DEAR DR. FOX: We have a 7-year-old miniature poodle, and in the last two years, we've had problems with his dental cleaning.
After the first cleaning, he was lethargic for almost 48 hours after his discharge. After the latest cleaning, he came home with hip tenderness. Sometimes he walks for a few seconds with his right hip protruding to his right side like an S. The vet thinks it is a muscle/nerve tenderness due to the sedation shot.
We are considering stopping his annual dental cleaning. Is this a must-do procedure? What kind of food can we feed him to keep his teeth clean? -- G.R., Springfield, Virginia
DEAR G.R.: I receive many letters about dogs and cats having routine dental work done and having adverse reactions following anesthesia.
Much of this could be avoided by getting the animals used to in-home restraint or cradling by one person, ideally from an early age, and having another person gently brushing the animals' teeth or using a gauze-wrapped finger and then applying a tried and true dental cleaner. This can range from a home-prepared aloe vera juice and 3 percent hydrogen peroxide just before bedtime or a natural product such as the oral care gel or spray from PetzLife. Visit petzlife.com for details.
PetzLife also has American-made dental chews for dog to help keep the teeth clean and gums healthy. Always read the label on such products, and purchase only if it is clear on the label that the product is manufactured in the United States. You can also give your dog a scalded strip of raw stewing beef or chicken wing tip every day or so for the dog to chew, avoiding the various rawhide and other animal parts sold in pet stores that can be heavily contaminated with potentially harmful chemicals and bacteria.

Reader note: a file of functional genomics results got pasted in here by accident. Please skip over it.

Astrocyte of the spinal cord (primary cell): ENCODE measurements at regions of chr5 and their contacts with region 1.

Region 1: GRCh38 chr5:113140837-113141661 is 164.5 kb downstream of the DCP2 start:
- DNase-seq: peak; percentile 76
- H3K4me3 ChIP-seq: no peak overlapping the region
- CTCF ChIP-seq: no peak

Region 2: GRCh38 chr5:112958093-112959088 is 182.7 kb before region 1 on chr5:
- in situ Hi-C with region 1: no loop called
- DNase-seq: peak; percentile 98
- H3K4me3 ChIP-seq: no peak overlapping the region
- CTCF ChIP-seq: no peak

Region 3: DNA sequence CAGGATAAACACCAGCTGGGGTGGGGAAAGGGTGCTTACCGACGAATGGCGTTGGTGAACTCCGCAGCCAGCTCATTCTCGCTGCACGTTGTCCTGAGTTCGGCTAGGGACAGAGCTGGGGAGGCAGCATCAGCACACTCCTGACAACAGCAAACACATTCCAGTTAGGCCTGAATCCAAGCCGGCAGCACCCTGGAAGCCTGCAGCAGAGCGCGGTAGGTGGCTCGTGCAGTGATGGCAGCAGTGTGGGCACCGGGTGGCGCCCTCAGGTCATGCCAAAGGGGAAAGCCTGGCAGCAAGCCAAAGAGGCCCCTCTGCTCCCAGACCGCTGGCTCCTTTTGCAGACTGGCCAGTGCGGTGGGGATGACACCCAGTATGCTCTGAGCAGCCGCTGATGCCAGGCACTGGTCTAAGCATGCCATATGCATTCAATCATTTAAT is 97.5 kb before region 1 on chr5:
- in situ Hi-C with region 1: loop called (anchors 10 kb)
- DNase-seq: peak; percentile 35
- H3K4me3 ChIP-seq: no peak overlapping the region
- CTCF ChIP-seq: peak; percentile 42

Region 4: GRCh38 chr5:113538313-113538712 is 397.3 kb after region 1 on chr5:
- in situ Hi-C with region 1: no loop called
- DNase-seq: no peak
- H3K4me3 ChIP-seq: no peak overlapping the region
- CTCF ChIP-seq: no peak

DEAR DR. FOX: I don't own a dog, but I hike, and during these hot days, I have seen plenty of dogs who look exhausted and are struggling to go up the hills. One dog looked so bad, it was akin to animal abuse. I suggest well-intentioned hikers who want to give their dog exercise refrain from doing so when they go on hikes during the summer.
One hiker poured a bottle of water in his dog's mouth, but even that didn't seem to bring relief to the dog. Even modest hikes uphill wear out dogs in the heat. -- K.R., Gaithersburg, Maryland
DEAR K.R.: Thanks for the reminder to all people with dogs during hot and humid summer weather. The only way dogs can regulate their body temperature is by panting; unlike humans, dogs cannot sweat. So while we may not experience any significant distress, they often do. As you have witnessed, heat stress can be a killer, especially for old dogs and brachycephalics -- those with short, puggish faces. Hot pavements and sidewalks only add to their stress and extreme discomfort. Evaporative cooling vests, walking on the grass and a provision of water are essentials for healthy dogs going on long hikes.
(Send all mail to firstname.lastname@example.org or to Dr. Michael Fox in care of Universal Uclick, 1130 Walnut St., Kansas City, MO 64106. The volume of mail received prohibits personal replies, but questions and comments of general interest will be discussed in future columns.
Visit Dr. Fox's website at DrFoxVet.net.)